Mirabilia Urbis Tours: Discover the Wonders of Rome

Rome Walking Tours

Treat yourself to one or more private walking tours!  A variety of itineraries will tickle your fancy, whether you want to talk about the spice trade over an ancient Roman lunch, discuss quality engineering while crossing a bridge built in 130 A.D., follow the evolution of Christian art in mosaic-spangled churches, or giggle at the risque interior decorating of a Renaissance villa.  Choose the private visits that most interest you and their themes will come alive, whether you’re a single traveler, a couple, a family with kids, or a school groups.

Daniella Hunt is an experienced and friendly American guide, who will offer you the benefit of her training, her ongoing research, her many years in Rome, and her linguistic expertise.  If this is your first trip to Rome, one or more private visits with her will make “the standards” unforgettable.  If you’ve been to Rome numerous times, she’ll gladly accompany you to less frequented attractions.  In either case, she is willing to tailor visits to meet your needs.

Whatever visits you choose, Daniella will awaken your interests and deepen your appreciation of Rome.  While meandering through the city’s spectacular side-streets, artistic attractions, and archeological areas, you’ll start feeling Roman yourself!

What does “Mirabilia Urbis” mean?

Guidebooks are nothing new. Around 1000 A.D., pilgrims, travelers and merchants coming to Rome were already using several different guidebooks (such as the one shown in the illustration to the right) to find and enjoy the Eternal City’s treasures. Mirabilia Urbis was just one of many titles that were circulating back then. The author of its contents, which are in Latin, remains anonymous.  Its title, Mirabilia Urbis, means “The Marvels of the City” — “the City” is Rome, of course!

Mirabilia Urbis Walking Tours welcomes you to Rome and explains the sights you want to see using as many primary sources as possible.  After all, the best explanation of “the City’s” monuments and history is going to come from the biographers, poets, historians and everyday people who have lived here over the centuries…

For more information about Daniella Hunt, please visit her account on Facebook and Linked In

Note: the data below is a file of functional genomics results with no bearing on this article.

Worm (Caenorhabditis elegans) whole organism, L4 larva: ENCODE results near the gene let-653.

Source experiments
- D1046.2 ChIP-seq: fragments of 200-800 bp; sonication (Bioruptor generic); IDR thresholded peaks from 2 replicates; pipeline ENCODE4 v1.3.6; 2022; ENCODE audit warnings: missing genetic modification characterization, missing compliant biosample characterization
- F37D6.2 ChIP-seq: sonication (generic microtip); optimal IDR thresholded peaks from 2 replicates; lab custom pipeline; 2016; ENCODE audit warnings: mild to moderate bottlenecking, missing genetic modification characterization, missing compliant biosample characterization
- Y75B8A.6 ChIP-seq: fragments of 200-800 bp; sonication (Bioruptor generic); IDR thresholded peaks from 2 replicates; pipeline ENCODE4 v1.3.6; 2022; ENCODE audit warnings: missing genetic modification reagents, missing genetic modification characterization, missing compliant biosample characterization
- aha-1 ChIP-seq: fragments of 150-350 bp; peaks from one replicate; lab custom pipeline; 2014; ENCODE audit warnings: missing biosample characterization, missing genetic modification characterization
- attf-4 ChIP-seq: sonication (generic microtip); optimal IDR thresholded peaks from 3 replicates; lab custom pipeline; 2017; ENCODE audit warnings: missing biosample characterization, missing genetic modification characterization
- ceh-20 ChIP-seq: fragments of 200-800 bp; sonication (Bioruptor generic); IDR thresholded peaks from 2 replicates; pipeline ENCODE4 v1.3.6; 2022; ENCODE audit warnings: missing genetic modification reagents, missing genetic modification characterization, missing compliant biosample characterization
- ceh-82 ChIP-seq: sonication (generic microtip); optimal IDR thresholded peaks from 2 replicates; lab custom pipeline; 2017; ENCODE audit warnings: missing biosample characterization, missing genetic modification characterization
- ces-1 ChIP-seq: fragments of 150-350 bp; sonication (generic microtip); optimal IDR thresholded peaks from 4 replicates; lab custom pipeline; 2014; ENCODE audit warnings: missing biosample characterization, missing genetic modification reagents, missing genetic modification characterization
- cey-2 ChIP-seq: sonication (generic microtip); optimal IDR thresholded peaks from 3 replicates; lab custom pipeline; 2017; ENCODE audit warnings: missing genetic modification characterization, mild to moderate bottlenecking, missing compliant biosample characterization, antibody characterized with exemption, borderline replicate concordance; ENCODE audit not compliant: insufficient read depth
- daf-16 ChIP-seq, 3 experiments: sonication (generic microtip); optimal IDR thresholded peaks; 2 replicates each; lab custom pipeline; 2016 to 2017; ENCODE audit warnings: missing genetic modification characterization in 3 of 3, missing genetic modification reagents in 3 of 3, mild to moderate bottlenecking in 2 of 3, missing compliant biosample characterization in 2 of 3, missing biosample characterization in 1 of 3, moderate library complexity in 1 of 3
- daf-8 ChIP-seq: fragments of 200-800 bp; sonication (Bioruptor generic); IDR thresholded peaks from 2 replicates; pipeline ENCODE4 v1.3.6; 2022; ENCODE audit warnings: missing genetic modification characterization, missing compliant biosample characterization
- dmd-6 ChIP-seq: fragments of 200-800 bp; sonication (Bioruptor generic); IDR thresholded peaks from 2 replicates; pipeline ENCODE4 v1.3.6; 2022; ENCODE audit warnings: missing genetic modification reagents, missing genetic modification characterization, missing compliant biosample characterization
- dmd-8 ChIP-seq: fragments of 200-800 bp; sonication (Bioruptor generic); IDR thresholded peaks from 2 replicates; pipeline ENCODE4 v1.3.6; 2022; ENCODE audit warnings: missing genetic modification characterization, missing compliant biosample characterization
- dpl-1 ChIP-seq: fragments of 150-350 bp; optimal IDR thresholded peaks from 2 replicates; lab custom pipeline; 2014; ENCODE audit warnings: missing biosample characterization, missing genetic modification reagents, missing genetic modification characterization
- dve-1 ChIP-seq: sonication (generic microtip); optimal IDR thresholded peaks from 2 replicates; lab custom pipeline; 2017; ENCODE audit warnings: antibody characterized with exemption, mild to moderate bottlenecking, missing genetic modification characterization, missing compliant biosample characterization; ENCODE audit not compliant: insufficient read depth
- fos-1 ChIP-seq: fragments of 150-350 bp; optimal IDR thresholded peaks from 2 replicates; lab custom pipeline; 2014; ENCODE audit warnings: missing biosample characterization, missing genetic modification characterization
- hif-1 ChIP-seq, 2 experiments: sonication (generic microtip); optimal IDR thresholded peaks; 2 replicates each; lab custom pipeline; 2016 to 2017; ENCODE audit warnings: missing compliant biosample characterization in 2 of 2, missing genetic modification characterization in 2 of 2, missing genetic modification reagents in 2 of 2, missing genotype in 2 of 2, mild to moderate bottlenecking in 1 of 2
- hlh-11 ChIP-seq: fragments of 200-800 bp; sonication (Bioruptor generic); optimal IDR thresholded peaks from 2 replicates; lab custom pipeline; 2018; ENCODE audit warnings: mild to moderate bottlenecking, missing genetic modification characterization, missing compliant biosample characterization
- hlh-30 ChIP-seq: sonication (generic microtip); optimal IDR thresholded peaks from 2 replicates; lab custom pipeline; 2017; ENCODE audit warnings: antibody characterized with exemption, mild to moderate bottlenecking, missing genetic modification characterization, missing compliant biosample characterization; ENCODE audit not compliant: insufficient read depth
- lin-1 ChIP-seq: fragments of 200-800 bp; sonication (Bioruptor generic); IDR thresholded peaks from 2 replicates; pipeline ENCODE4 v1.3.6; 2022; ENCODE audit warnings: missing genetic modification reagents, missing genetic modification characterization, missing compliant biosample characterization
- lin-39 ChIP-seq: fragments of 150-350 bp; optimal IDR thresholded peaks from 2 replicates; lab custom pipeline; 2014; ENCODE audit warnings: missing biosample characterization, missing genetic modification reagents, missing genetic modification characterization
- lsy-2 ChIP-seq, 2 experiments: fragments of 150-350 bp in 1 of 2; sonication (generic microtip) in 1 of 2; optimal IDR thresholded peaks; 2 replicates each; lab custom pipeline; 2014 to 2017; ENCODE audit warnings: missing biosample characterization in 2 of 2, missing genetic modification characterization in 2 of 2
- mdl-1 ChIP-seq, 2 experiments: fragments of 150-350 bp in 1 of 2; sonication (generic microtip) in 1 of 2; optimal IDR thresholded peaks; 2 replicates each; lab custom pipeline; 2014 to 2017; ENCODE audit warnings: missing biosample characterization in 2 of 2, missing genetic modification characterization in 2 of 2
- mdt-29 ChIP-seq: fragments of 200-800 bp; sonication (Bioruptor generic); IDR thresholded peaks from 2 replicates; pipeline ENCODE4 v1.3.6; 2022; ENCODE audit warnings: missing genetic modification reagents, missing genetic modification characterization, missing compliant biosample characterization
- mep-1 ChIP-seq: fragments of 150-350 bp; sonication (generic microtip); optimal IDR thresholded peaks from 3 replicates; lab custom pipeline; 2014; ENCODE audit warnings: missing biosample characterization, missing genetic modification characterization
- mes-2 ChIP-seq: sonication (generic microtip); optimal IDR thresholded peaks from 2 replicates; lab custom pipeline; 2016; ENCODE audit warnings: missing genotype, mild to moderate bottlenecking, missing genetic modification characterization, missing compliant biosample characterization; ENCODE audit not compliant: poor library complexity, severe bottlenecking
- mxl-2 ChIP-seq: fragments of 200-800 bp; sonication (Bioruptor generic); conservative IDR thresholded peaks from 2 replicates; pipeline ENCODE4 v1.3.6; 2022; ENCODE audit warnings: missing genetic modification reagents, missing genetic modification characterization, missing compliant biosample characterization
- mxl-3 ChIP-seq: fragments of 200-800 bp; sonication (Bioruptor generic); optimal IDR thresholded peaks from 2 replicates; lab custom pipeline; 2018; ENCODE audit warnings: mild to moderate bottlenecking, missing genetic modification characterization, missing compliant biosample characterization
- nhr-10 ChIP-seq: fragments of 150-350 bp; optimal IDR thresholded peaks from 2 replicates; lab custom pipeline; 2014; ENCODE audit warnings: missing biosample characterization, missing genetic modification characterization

Explore some of my private tours – Click here to see more

The Medieval City: Trastevere in the Middle Ages

Ready to explore a more unusual corner of Rome? Then let's head to Trastevere! We'll focus on the works of two late Medieval artists, the revolutionary Pietro Cavallini and Arnolfo di Cambio, in the churches of San Giorgio, Santa Maria in Cosmedin, Santa Cecilia, and Santa Maria in Trastevere. As we admire their masterpieces, we will also concentrate on general trends in Medieval architecture, mosaics, and frescoes.

Special Access Area: Monte Testaccio — Imperial Rome’s Broken Pottery Mountain

In Imperial Rome, you could do a lot with an amphora, like using it repeatedly to store and transport dry goods. If it broke, you could use it as lightweight filler in concrete. You could grind it down and reform it into new pots -- tedious, but true! And if it were slathered with olive oil that would slowly deteriorate and stink? Well, you could turn it into a mountain by breaking it into pieces and gluing them together with lime (which also acted as a deodorant)!

The Medieval City: Trastevere in the Middle Ages

Ready to explore a more unusual corner of Rome? Then let's head to Trastevere! We'll focus on the works of two late Medieval artists, the revolutionary Pietro Cavallini and Arnolfo di Cambio, in the churches of San Giorgio, Santa Maria in Cosmedin, Santa Cecilia, and Santa Maria in Trastevere. As we admire their masterpieces, we will also concentrate on general trends in Medieval architecture, mosaics, and frescoes.

Special Access Area: Monte Testaccio — Imperial Rome’s Broken Pottery Mountain

In Imperial Rome, you could do a lot with an amphora, like using it repeatedly to store and transport dry goods. If it broke, you could use it as lightweight filler in concrete. You could grind it down and reform it into new pots -- tedious, but true! And if it were slathered with olive oil that would slowly deteriorate and stink? Well, you could turn it into a mountain by breaking it into pieces and gluing them together with lime (which also acted as a deodorant)!

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